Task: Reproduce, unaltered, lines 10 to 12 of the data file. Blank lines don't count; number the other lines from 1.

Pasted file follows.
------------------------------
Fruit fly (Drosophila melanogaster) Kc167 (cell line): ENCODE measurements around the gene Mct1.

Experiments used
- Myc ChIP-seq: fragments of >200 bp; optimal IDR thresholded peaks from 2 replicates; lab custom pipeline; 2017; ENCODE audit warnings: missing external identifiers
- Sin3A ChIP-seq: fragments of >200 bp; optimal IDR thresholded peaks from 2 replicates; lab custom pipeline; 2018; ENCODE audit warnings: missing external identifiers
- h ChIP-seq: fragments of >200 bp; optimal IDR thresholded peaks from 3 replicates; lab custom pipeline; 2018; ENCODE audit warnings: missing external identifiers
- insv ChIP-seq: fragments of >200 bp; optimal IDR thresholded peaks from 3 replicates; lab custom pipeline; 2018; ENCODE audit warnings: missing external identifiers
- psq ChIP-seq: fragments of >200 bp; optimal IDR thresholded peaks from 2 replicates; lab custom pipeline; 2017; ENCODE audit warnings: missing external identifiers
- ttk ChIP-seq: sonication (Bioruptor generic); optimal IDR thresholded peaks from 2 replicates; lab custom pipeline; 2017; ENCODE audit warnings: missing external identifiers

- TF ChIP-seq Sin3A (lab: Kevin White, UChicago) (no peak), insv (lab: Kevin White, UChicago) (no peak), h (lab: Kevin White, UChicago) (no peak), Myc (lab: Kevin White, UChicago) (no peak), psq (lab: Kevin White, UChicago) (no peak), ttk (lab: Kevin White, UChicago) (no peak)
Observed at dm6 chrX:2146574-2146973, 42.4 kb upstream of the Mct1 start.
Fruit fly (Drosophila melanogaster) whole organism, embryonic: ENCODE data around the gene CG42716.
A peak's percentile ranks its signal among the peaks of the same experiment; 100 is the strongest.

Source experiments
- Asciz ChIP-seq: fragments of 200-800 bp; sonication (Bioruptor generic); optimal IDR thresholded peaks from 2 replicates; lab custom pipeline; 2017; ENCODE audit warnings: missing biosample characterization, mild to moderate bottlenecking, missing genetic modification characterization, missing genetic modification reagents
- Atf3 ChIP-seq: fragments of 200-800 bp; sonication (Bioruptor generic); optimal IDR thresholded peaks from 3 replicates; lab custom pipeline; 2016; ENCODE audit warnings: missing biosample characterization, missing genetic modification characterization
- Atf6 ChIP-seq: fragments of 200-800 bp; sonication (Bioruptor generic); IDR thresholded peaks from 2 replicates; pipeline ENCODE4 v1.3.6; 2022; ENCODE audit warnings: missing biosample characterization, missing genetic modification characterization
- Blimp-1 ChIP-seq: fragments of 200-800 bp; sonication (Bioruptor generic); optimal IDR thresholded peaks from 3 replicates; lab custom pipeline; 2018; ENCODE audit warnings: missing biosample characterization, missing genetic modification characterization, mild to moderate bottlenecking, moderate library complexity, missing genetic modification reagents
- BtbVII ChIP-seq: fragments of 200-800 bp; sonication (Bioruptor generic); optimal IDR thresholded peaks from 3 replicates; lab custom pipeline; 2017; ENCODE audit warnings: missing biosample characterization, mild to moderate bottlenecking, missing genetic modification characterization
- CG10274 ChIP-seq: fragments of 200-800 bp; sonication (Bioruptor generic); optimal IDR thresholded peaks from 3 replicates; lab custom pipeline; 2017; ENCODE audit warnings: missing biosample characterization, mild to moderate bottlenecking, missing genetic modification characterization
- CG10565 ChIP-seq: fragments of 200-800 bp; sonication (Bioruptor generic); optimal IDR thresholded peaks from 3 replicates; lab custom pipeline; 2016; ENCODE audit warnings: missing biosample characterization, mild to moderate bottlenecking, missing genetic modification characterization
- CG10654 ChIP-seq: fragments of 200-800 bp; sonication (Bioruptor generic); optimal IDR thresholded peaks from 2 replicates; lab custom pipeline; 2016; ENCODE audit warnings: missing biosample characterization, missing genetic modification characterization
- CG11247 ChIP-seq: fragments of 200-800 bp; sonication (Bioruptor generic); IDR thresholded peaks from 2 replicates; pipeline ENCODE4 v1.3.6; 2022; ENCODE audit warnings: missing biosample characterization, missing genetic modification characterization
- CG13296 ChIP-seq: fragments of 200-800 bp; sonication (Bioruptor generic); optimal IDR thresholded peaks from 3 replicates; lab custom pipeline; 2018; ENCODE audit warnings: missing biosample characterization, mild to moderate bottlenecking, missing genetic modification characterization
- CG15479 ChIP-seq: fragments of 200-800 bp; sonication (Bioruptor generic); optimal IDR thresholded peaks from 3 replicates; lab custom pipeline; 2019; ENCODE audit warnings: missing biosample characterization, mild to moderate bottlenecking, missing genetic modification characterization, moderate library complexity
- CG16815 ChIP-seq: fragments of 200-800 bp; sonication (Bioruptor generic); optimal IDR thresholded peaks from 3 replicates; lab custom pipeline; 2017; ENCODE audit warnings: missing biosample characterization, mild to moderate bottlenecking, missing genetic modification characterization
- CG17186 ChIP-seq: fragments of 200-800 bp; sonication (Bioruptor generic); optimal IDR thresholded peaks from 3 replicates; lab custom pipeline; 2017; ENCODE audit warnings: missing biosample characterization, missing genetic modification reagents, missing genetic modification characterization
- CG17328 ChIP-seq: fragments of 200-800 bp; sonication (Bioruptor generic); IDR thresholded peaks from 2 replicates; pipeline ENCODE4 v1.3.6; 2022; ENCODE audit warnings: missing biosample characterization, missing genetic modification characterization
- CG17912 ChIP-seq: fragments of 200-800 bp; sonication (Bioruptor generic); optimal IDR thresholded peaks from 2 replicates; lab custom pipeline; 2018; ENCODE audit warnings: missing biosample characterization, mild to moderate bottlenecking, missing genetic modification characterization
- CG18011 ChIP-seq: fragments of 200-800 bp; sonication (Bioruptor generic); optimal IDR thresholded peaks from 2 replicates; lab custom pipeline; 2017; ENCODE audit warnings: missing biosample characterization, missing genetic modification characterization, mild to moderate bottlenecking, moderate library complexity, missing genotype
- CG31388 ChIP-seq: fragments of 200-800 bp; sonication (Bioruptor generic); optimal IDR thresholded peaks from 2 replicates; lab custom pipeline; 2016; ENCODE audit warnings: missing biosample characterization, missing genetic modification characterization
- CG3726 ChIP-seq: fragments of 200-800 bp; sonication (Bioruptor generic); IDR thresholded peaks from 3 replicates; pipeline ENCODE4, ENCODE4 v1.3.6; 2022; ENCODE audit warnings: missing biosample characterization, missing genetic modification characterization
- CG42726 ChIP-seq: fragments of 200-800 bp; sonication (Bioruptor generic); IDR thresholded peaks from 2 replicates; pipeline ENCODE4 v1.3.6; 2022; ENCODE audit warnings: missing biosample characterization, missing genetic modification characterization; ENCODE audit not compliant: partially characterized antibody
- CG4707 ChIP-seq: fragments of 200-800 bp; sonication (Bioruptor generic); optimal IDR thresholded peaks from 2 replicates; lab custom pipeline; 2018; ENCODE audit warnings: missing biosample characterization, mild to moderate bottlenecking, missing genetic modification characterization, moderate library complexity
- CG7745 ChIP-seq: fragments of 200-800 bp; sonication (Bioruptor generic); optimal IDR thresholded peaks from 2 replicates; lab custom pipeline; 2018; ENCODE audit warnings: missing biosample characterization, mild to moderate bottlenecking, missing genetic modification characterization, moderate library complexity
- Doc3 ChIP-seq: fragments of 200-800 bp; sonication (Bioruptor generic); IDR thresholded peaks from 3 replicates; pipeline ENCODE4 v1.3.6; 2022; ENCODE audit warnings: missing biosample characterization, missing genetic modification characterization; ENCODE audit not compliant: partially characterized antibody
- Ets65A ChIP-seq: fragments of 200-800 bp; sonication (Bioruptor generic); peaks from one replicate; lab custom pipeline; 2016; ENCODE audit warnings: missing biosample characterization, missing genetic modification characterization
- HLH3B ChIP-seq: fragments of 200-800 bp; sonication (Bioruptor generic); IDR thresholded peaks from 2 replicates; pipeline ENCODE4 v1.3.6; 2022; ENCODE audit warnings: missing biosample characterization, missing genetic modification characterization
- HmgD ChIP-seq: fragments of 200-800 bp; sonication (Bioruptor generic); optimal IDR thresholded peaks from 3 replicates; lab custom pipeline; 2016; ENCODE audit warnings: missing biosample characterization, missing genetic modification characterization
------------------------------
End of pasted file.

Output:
Observed at dm6 chrX:2146574-2146973, 42.4 kb upstream of the Mct1 start.
Fruit fly (Drosophila melanogaster) whole organism, embryonic: ENCODE data around the gene CG42716.
A peak's percentile ranks its signal among the peaks of the same experiment; 100 is the strongest.